This is the second of a series of posts about what Project Based Learning infused with Social and Emotional Learning looks like when teaching remotely. Is it the ideal situation? Probably not, but it is the reality that many of us are dealing with. I will share my ideas and what others are doing to hopefully inspire you to action.
- Remote Entry Events
- Remote Inquiry in PBL
- Remote Assessment in PBL
- Remote Autonomy in PBL
- Remote Community Partnerships in PBL
- 7 Remote Feedback Protocols
- Remote Public Presentations in PBL
- Remote Reflection in PBL
Need to Knows
After an engaging remote entry event, it is time to introduce the Driving Question. Remember the intent of the DQ is to shift the excitement of the entry event to purposeful inquiry. Like a delicious appetizer, the entry event should leave your students wanting more.
The Need to Know Process (N2K) is a structured way for students to generate questions starting with the individual and culminating with the whole group. Once completed, the class N2K list drives inquiry and instruction every day. This is the fundamental way that student voice and choice is integrated into every aspect of PBL.
So how do we transition N2Ks to remote learning? Let’s consider some methods and technology options to facilitate online N2Ks.
In remote learning start the N2K process the same as in person, by having students write down their questions on a sticky note, scrap paper, or in a journal. It is important to always start with individual questions to honor all voices in the class and give wait time.
After 5 minutes, put students into random breakout rooms of 4-5 students and have them share their questions and choose the group’s top three. After 5-10 minutes in breakouts, reconvene as a whole group and collect each group’s top questions.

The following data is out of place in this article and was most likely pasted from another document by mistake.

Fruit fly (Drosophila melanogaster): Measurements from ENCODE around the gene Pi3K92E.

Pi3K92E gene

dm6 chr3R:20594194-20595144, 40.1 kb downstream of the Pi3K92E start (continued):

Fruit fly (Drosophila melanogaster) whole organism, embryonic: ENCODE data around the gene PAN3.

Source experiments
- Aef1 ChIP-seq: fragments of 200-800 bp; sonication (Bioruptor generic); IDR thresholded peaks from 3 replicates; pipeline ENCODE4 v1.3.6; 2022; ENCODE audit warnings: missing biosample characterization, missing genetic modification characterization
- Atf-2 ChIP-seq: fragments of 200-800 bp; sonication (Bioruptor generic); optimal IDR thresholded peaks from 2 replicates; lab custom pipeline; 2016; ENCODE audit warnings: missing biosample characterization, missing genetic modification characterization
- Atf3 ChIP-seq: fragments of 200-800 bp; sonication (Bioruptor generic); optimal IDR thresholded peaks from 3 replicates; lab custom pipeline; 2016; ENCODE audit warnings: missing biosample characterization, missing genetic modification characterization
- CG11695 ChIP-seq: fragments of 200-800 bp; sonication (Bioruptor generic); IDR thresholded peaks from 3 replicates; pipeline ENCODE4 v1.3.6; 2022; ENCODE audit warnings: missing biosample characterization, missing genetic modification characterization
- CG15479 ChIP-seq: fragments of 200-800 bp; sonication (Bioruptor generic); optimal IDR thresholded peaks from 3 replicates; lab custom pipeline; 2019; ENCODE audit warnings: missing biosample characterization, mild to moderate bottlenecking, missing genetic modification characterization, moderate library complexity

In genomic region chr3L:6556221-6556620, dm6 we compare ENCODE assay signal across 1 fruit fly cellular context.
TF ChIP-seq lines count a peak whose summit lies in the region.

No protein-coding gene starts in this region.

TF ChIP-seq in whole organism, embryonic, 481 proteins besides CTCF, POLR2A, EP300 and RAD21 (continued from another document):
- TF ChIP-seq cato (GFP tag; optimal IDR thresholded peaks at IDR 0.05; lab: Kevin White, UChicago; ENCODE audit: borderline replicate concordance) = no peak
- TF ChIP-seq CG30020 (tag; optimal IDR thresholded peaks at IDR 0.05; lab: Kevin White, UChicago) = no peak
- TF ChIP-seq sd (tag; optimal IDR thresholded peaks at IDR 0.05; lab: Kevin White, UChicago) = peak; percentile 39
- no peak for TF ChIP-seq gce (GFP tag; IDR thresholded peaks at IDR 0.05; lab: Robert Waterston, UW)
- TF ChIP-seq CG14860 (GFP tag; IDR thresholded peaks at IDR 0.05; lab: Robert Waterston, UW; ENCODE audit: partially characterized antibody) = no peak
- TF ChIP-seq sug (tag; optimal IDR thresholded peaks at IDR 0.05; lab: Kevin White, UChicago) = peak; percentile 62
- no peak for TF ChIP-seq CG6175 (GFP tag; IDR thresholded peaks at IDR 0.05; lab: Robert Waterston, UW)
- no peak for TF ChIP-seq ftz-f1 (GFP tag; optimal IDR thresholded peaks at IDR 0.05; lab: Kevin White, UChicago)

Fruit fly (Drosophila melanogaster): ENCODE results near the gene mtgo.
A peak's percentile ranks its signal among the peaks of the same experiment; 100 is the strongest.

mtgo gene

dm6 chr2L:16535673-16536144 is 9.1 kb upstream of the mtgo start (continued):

There are many tech tools that could be used to collect and save the class N2Ks. Popular options including posting sticky notes in Padlet or Jamboard, listing them in Google Docs, or posting on a collaborative board in Nearpod. Don’t overwhelm students by mixing up how you do this. Pick one tool that students already know and stick to it for consistency.
On Demand Options
If you won’t being doing N2Ks together live, then you could start with a simple Google Form. Give students a set amount of time (1-2 days) to submit all of their N2Ks. Next share the spreadsheet of answers with the class and have them pick out their top 3 questions. This could be done individually or students could work in groups on a shared GDoc.
Another option is a slow chat on Twitter. Post the DQ with a class hashtag and have students respond throughout the week. At the end create a thread of the responses into a class list.
What to do with N2Ks
So you have collected a diverse list of N2K questions. What should you do with them? In face-to-face instruction, they are posted on the wall for everyone to see and to check up on daily. We want to replicate this visibility and daily checkin virtually. So “put” them somewhere that students see them. Make them easily accessible. You could house N2Ks on a class website, in Google Classroom, or other LMS.
You need to direct students to them constantly. Refer to a specific N2K as the focus of each lesson. Frame each day around them. Use N2Ks to drive student inquiry. A good way to think of it, is that you are replacing your daily objective in your lesson plan with a student N2K. Check off each N2K question as students answer it. Add new ones to the list as students ask more questions throughout the project. Students should still be learning similar content and skills in your class, but they are driving the instruction, instead of curriculum.
Questions? Interested in SEL and PBL workshops or consulting? Connect with me at michaelkaechele.com or @mikekaechele.